Skip to main content

How Autonomous is Law?

  • Location: Public Lecture, Law and Society Research Group, University of Sydney
  • Research area: Legal history

Nov 2007, Christopher L. Tomlins

Socio-legal studies forever debates whether law is the product of internally-constructed rules, procedures and rationales or an effect of external social forces and interests. Traditionally the debate pitted “formalists” who defended law’s autonomy against “instrumentalists” who claimed law was a creature of exogenous circumstance. The debate was transformed in the later twentieth century by fundamental refinements in Marxism, which produced accounts of law’s “relative autonomy,” followed by innovations in critical social theory that held all discourses (including law) were epistemically autonomous. Other parallel formulations claimed not only that law was autonomous but that law was in fact constitutive of the very social circumstances once held to determine its development. This paper reviews the highlights of the debate while adopting a perspective outside it. I treats the autonomy question as relational – if law is autonomous it must still be autonomous in relation to something – and ask in relation to what? The debate assumes the answer is “society,” so I ask how the social become law’s relational other, and what other relationalities might be brought into play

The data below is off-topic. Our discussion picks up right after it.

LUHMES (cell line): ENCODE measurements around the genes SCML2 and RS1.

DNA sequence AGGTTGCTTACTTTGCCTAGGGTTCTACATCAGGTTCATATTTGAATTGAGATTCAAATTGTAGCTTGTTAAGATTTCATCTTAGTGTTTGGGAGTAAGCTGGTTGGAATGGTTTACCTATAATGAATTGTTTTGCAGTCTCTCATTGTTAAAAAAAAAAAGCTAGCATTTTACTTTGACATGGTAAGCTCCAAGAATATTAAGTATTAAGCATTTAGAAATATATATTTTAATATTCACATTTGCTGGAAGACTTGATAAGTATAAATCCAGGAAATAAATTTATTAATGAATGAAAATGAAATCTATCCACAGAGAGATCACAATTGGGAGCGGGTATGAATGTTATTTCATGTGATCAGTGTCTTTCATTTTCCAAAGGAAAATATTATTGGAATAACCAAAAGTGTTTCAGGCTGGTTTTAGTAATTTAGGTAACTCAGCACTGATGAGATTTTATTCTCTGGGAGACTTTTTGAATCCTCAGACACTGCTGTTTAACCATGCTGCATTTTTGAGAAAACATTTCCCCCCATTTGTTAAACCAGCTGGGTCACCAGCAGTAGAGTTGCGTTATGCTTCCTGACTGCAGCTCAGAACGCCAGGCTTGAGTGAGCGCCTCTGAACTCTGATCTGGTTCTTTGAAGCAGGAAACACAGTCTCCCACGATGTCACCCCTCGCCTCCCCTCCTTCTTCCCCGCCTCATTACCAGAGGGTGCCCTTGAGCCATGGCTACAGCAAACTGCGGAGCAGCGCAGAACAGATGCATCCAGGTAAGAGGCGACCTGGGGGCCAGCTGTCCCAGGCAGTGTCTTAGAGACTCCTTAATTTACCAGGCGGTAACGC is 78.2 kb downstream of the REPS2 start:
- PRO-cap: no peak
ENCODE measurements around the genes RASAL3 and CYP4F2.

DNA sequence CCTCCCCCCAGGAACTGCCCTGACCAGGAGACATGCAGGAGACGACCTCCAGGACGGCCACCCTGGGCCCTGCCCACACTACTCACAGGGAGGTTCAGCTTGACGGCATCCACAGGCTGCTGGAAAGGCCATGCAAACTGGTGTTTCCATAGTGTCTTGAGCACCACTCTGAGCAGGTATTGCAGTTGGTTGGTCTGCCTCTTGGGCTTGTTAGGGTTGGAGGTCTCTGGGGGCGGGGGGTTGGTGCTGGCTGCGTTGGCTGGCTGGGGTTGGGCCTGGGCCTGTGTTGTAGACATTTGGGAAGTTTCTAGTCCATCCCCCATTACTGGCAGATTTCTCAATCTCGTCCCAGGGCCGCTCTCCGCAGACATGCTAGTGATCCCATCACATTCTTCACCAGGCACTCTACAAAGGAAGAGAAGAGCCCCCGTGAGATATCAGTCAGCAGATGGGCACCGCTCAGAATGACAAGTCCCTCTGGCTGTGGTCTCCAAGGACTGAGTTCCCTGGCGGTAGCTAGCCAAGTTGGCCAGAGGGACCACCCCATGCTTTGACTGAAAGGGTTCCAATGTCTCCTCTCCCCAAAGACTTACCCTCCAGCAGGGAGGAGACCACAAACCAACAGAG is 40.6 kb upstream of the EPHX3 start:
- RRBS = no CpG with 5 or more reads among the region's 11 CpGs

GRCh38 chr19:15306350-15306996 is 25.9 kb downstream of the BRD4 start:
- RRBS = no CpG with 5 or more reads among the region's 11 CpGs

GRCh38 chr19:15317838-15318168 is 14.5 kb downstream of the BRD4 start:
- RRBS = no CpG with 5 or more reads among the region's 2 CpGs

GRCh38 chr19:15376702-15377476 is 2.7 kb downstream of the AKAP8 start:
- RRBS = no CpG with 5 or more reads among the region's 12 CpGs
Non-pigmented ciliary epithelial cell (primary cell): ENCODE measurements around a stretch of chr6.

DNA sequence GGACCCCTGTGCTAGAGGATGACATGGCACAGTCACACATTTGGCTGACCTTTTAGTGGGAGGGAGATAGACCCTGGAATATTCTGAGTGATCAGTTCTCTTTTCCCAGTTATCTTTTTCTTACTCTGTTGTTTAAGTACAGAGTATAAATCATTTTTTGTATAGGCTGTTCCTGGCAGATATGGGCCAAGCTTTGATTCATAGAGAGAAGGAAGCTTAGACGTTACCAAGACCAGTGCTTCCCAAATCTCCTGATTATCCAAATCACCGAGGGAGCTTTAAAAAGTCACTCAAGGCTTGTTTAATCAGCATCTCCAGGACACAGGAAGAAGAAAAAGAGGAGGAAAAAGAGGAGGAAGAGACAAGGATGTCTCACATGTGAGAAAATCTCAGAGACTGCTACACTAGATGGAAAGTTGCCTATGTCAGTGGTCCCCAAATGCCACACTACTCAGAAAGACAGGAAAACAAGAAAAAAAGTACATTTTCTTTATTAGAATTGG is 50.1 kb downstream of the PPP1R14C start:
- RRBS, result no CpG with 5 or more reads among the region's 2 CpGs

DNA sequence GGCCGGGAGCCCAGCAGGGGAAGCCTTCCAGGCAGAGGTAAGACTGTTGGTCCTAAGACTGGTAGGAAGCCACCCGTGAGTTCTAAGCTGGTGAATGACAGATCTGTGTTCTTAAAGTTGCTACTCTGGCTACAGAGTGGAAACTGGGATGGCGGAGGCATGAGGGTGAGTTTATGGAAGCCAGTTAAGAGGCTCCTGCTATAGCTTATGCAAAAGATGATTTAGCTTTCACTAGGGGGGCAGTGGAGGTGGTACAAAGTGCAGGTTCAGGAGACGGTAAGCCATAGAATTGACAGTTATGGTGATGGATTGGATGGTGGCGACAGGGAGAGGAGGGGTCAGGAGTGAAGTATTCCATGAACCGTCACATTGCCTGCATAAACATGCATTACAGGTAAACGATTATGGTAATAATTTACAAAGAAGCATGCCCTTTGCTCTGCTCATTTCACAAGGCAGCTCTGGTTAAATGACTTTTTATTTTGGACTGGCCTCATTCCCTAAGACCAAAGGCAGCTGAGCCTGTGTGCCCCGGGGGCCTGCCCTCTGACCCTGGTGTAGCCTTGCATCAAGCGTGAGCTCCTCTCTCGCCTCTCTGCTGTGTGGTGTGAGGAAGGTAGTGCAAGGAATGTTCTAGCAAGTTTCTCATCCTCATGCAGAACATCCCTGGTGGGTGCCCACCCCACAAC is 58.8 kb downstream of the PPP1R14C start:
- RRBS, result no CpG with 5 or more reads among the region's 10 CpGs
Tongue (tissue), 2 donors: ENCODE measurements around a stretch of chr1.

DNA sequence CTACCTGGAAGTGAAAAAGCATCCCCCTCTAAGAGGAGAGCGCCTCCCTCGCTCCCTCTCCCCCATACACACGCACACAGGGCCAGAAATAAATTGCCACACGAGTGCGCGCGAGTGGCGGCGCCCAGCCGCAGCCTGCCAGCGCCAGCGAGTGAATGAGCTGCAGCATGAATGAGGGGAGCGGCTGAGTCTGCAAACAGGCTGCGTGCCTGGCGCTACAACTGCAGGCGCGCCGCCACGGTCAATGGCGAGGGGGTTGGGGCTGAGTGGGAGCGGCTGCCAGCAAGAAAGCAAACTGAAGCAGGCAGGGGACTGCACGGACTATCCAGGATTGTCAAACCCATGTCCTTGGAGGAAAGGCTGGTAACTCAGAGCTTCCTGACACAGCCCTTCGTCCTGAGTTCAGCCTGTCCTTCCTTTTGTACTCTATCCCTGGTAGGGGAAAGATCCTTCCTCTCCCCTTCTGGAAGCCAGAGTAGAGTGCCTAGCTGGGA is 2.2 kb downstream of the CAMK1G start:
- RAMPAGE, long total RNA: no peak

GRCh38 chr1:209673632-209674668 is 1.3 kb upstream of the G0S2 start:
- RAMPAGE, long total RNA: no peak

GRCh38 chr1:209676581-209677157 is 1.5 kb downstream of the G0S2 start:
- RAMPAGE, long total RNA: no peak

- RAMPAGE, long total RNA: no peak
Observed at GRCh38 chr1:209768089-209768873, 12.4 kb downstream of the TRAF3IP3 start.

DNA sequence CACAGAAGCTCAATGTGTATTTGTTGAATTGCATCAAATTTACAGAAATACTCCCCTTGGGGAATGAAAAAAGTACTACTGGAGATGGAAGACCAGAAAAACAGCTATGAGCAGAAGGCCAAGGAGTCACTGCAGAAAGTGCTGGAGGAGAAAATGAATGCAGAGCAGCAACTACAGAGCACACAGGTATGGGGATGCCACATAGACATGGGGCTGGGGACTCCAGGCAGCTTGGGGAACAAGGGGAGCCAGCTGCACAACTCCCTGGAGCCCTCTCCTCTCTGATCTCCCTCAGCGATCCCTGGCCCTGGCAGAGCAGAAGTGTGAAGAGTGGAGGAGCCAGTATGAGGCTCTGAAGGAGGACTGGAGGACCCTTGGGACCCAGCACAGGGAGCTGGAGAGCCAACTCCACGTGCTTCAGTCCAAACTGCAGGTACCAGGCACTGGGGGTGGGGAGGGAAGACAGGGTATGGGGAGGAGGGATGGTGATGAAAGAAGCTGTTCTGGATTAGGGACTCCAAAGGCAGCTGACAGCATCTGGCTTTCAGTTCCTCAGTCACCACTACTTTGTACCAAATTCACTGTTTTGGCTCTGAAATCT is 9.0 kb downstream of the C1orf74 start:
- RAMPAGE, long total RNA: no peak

Site design by Webitects

© 2022 American Bar Foundation (
750 North Lake Shore Drive
Chicago, IL 60611-4403
(312) 988-6500
Contact Us
Contact the Fellows
Media Contacts
Privacy policy
Any opinions, findings, and conclusions or recommendations expressed in ABF publications are those of the author(s) and do not necessarily reflect the views of the American Bar Foundation or the American Bar Association. The AMERICAN BAR FOUNDATION, ABF and related seal trademarks as used by the American Bar Foundation are owned by the American Bar Association and used under license.